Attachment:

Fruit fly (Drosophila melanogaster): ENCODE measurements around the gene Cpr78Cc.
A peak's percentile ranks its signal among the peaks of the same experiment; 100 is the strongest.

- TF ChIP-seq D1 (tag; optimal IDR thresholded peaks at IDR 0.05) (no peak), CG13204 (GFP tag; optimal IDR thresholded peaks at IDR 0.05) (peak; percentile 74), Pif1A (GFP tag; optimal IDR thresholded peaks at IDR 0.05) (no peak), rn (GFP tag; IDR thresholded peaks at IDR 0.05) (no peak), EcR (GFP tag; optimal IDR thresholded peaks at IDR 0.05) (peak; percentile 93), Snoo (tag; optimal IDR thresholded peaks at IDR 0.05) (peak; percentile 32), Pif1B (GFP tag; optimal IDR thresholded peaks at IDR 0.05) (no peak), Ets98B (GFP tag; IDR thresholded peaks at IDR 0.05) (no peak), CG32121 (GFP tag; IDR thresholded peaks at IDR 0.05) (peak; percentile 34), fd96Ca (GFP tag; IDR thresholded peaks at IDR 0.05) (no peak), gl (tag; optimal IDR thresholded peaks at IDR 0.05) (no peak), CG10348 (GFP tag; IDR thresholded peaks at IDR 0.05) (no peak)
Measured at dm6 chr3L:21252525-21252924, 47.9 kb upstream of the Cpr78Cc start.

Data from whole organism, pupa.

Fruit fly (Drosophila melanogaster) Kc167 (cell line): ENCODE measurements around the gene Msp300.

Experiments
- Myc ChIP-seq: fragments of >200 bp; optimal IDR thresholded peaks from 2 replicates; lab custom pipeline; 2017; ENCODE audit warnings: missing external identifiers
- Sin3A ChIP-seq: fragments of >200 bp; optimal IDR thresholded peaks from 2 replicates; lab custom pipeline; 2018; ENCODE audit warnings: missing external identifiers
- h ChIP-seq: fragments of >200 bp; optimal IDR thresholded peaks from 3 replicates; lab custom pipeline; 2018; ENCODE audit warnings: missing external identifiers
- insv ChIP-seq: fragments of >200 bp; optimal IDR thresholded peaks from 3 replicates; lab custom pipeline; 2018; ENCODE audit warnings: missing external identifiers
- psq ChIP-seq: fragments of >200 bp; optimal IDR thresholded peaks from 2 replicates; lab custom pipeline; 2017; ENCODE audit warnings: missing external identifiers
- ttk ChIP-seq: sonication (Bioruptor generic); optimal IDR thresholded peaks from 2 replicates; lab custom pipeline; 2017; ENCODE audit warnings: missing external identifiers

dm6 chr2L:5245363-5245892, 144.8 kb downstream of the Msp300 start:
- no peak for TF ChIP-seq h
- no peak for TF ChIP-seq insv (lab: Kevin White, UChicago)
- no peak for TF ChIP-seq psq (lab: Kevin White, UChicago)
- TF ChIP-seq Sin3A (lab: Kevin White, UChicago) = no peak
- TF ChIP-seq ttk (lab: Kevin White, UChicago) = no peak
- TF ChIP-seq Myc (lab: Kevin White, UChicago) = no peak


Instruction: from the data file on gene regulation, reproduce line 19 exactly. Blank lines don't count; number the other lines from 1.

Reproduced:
- TF ChIP-seq ttk (lab: Kevin White, UChicago) = no peak